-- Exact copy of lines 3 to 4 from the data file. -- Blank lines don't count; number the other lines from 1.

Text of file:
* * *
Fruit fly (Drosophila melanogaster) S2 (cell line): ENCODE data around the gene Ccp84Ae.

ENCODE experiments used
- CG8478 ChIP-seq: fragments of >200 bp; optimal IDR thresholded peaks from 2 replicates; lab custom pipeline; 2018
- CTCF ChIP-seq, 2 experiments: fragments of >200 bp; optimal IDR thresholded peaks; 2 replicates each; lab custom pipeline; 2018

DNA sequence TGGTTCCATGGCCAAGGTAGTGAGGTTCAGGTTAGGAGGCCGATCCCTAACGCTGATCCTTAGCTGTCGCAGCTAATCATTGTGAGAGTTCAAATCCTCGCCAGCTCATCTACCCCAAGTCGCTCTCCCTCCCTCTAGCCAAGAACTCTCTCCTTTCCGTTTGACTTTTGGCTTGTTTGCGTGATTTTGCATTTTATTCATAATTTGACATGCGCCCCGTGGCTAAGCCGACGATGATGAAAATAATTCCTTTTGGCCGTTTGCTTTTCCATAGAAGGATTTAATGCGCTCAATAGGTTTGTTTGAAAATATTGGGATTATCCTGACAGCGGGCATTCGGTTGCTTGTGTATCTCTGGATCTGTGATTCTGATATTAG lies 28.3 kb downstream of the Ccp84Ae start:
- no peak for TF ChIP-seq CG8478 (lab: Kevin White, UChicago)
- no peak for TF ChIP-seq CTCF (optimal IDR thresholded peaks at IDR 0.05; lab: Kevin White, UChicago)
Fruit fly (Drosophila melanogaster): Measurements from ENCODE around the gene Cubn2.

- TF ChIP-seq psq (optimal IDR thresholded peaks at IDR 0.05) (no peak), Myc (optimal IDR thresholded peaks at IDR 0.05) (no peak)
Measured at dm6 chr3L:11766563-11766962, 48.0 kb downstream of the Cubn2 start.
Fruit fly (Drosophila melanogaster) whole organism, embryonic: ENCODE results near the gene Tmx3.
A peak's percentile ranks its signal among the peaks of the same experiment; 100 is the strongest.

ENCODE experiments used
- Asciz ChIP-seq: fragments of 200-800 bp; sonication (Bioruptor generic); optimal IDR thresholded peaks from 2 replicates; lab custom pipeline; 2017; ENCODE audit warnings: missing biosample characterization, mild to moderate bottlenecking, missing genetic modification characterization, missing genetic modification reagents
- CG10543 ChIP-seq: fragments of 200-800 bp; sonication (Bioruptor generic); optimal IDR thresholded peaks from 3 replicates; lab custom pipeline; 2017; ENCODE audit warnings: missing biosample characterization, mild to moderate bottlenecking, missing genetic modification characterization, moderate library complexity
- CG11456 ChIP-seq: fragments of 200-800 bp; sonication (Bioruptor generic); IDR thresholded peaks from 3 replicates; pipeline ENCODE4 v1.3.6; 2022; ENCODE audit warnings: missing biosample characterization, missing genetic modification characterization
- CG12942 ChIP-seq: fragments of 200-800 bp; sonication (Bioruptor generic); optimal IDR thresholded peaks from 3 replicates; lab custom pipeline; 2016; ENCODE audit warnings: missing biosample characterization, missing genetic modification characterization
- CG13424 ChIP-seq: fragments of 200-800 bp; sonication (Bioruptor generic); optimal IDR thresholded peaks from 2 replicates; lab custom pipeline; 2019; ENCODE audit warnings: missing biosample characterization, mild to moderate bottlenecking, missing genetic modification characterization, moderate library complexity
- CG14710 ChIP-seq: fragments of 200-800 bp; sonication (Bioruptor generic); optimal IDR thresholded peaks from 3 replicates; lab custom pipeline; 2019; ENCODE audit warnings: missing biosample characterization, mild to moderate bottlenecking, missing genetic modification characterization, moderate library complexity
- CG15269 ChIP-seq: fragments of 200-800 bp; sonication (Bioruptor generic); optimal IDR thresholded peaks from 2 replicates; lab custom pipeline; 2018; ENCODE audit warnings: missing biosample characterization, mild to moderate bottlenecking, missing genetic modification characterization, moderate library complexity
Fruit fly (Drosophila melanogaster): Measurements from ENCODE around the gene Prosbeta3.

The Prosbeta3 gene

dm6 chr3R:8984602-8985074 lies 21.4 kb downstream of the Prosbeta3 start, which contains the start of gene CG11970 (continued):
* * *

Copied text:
- CG8478 ChIP-seq: fragments of >200 bp; optimal IDR thresholded peaks from 2 replicates; lab custom pipeline; 2018
- CTCF ChIP-seq, 2 experiments: fragments of >200 bp; optimal IDR thresholded peaks; 2 replicates each; lab custom pipeline; 2018